WordPress Tips

I’ve been working on WordPress sites a lot lately.  The other day, it was Charlene’s blog.  Today, it was the CCF Alumni Foundation website, of which I’m the Chairman.

Since the early days of the web, I’ve often used the JavaScript Enkoder form by Hivelogic to obfuscate my e-mail address in order to protect it from spammers.  The problem is that because it’s based on JavaScript, it’s not super-compatible with WordPress pages and posts.

Fortuitously, I ran across a PHP plugin version written specifically for WordPress.  It’s called PHPEnkoder.  So now, any plaintext e-mail addresses as well as any mailto: links on the website are now automatically encoded using the Javascript Enkoder.  Fantastic!

This is what my e-mail address looks like when it’s been “enkoded.”

<script type="text/javascript">
var x="function f(x){var i,o=\"\",l=x.length;for(i=0;i<l;i+=2) {if(i+1<l)o+=" +
"x.charAt(i+1);try{o+=x.charAt(i);}catch(e){}}return o;}f(\"ufcnitnof x({)av" +
" r,i=o\\\"\\\"o,=l.xelgnhtl,o=;lhwli(e.xhcraoCedtAl(1/)3=!97{)rt{y+xx=l;=+;" +
"lc}tahce({)}}of(r=i-l;1>i0=i;--{)+ox=c.ahAr(t)i};erutnro s.buts(r,0lo;)f}\\" +
"\"(5),5\\\"\\\\{w`qyjj'.x\\\\-\\\\\\\"n\\\\ZZOT\\\\\\\\\\\\\\\\VTwOTXA]7P01" +
"\\23\\\\05\\\\03\\\\\\\\0L6W01\\\\\\\\03\\\\06\\\\02\\\\\\\\\\\\n@\\\\`?px8" +
"8$7>'f=*2-'_K\\\\U\\\\\\\\\\\\\\\\(\\\"}fo;n uret}r);+)y+^(i)t(eAodrCha.c(x" +
"\\\\\"\\\\o=i,r va){,y(x fontincfu)\\\"\")"                                  ;

The other problem I solved this afternoon was the implementation of a prayer requests form for the CCFAF.  It’s built on Google Docs technology, which I then embedded using an <iframe> into the WordPress post.  The problem wasn’t creating the form, that’s easy enough.  The problem was figuring out how to get notified each time the form was filled out.  But I ran across this article, and now we should be good to go.

Go try it out!  When someone fills out the form, I automatically get an e-mail notification.  Then I can either pray for it directly, or have someone from the Board pray for them.  Excellent!  Technology at its finest: serving the Kingdom of God.

WordPress Comments Administration

The other day I was going through some comments on Charlene’s blog, and it was frankly frustrating that I could only see 20 at a time, which is the WordPress default. I should be able to to change the number of comments per page in the admin interface via an easily accessible setting.

I wanted to be able to see 100 or 1,000 comments at a time.  So I went searching around for a solution.  The first solution that came up seemed about right (yay for Google!):

The page described a method of editing the code on the edit-comments.php file.  I’m very capable of editing php files, so that wasn’t the issue.  My issue was that there had to be an easier way.  I don’t want to have to edit a php page every time I want to change the number of comments. Additionally, the post was written for WordPress 2.7, and Charlene’s blog is already on 3.x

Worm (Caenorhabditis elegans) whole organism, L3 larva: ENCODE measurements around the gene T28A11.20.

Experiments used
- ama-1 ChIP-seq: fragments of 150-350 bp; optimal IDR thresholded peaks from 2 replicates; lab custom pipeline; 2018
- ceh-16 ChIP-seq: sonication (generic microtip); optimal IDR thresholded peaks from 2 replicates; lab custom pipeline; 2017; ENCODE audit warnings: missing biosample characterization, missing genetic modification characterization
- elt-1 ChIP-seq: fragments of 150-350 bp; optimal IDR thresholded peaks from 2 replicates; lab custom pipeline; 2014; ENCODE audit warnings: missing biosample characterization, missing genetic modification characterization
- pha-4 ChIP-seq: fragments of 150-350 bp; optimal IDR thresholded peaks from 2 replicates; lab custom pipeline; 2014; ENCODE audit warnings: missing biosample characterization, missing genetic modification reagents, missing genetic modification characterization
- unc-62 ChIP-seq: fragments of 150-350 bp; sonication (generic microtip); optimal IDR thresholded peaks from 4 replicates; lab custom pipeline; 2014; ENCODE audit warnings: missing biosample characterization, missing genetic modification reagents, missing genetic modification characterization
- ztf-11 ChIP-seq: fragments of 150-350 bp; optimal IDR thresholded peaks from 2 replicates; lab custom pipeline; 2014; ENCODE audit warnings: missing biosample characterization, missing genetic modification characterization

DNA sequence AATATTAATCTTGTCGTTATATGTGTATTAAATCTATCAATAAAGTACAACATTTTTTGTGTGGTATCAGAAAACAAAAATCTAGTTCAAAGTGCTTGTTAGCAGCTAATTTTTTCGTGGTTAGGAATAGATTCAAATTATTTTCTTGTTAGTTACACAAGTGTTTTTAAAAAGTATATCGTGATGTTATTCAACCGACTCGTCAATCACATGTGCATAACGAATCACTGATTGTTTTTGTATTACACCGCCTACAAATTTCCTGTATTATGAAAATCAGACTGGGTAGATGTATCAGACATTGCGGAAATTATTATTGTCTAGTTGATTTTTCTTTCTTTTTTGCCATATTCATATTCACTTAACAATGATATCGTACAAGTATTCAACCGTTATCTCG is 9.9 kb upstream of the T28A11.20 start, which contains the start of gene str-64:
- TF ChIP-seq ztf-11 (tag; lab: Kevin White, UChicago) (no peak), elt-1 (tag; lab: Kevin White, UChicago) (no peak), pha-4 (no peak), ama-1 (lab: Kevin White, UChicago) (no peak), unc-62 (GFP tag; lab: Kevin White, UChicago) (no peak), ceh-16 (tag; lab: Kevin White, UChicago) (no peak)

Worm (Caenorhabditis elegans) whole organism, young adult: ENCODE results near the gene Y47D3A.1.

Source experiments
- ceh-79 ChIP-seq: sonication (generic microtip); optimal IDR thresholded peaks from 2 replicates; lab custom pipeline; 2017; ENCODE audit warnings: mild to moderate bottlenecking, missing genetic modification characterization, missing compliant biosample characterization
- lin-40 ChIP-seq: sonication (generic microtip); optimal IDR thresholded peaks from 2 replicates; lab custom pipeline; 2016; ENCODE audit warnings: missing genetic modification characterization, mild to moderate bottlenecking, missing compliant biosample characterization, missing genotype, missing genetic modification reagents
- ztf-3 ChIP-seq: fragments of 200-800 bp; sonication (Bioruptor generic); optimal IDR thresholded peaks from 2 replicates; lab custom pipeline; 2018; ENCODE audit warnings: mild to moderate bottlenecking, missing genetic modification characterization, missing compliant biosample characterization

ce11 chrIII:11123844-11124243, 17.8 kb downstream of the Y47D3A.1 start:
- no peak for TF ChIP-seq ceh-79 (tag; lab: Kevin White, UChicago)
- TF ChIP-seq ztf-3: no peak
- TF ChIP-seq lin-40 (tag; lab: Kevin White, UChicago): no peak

The next few Google results were either support tickets, or WordPress plug-in pages.  “I shouldn’t have to install a plugin for this!” I thought to myself.

Then, wayyy down on the 2nd or 3rd page of search results I found what I was looking for: “Change Admin Pagination on Posts, Pages and Comments“.  It alerted me to the fact that since WP 2.8, there has been a Screen Options button that looks like this:

Clicking that, in turn shows this:

As it turns out, I’m able to increase the 20 to 100, or 1,000 or whatever.

So now you know, you don’t need a plug-in, and you certainly don’t need to edit code.  If you’ve got the latest version of WordPress, you’re good to go.

I don’t post enough

As with many personal bloggers, I struggle to post on a regular basis.

I’m not making any promises, but I’m gonna try to post more often. There’s so much going on, I think a lot of it deserves some attention.  I was looking back over my posting history, and realize that I used to post some really interesting (to me at least) stuff on a fairly regular basis.  My goal is to get back to that.

A quick glance on the right side with my Archives shows that I was able to do at least one post every month from February 2008-May  2010. What happened in May? Not really sure, but I did start work at DayNine in April 2010, and that may have led to a higher level of busy-ness, which in turn led to a lower level of posting.

In any case, we’ll see what happens. But here goes nothing…

Removing Borders from Smileys

As I mentioned a few months ago, I updated my website to a new theme. An unfortunate consequence of doing that was that it put these ugly borders around all my smilies:

smiley1 smiley2

Frankly, it made them look like they were in prison. What to do? Take a dive into the code of course!

This was actually made easier by a nifty little utility called Firebug. It’s billed as a tool for web development, so in this instance, it definitely served it’s purpose.

I right-clicked on a smiley chose “Inspect Element” from the menu, and that brought up a window that showed me that the style of this image was dictated by the style.css file, and the img selector. It had a border of 1 pixel all around:

img {
border:1px solid #000000;

Firebug also showed me the code that was used to display the smiley:

<img class="wp-smiley" alt=":-)" src=.../>

Ah ha! They’re all tagged with the CSS class “wp-smiley”. That’s great because it means I could customize the CSS to remove the border.

So I hopped into the style.css file and added a new bit of code:


That means that for each img tag with the wp-smiley class, the border should be zero pixels.

And there you have it. Smiley’s without borders! 🙂 Happy coding!